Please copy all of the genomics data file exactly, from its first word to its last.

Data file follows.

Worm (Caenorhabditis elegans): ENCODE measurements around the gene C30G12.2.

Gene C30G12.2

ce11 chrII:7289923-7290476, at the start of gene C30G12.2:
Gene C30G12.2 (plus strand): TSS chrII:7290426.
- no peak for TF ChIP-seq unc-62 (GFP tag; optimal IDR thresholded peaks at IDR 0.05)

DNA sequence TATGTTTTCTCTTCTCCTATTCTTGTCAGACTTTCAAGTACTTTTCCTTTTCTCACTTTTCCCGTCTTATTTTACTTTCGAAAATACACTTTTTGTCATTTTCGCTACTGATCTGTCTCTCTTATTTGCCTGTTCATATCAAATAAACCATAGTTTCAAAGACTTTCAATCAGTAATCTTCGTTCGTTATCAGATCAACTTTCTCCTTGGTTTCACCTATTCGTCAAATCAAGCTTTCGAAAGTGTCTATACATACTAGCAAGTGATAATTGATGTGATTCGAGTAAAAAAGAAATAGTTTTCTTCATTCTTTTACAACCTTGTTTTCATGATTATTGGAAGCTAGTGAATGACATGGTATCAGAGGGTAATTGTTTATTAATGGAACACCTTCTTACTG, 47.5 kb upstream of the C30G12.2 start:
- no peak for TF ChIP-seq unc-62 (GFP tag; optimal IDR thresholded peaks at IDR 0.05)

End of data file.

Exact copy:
Worm (Caenorhabditis elegans): ENCODE measurements around the gene C30G12.2.

Gene C30G12.2

ce11 chrII:7289923-7290476, at the start of gene C30G12.2:
Gene C30G12.2 (plus strand): TSS chrII:7290426.
- no peak for TF ChIP-seq unc-62 (GFP tag; optimal IDR thresholded peaks at IDR 0.05)

DNA sequence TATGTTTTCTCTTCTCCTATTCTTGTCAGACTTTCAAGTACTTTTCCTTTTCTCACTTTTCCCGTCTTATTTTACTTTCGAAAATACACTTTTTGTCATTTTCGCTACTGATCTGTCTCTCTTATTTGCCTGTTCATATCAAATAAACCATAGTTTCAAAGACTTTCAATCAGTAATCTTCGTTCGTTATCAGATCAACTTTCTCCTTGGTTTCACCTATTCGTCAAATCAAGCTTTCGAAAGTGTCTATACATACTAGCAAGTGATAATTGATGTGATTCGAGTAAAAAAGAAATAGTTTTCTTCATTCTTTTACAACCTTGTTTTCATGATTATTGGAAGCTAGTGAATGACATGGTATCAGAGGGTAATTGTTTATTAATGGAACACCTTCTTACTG, 47.5 kb upstream of the C30G12.2 start:
- no peak for TF ChIP-seq unc-62 (GFP tag; optimal IDR thresholded peaks at IDR 0.05)